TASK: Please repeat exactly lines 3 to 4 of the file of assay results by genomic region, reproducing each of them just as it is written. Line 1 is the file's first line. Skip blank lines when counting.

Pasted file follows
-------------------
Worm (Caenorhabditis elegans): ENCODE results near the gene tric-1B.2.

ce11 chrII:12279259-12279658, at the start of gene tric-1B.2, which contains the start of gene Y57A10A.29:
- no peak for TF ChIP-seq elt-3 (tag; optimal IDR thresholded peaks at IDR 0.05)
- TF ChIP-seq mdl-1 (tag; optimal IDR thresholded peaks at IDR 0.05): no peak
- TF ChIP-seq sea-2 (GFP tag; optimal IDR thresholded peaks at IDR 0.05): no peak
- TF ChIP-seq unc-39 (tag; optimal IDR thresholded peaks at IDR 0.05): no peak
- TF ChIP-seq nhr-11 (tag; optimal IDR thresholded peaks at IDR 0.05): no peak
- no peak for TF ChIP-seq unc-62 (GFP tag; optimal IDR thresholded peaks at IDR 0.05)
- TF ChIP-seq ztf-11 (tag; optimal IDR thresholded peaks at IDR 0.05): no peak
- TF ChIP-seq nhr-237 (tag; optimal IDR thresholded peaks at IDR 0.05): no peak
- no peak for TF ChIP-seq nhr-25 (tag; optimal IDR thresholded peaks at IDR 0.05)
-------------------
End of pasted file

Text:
- no peak for TF ChIP-seq elt-3 (tag; optimal IDR thresholded peaks at IDR 0.05)
- TF ChIP-seq mdl-1 (tag; optimal IDR thresholded peaks at IDR 0.05): no peak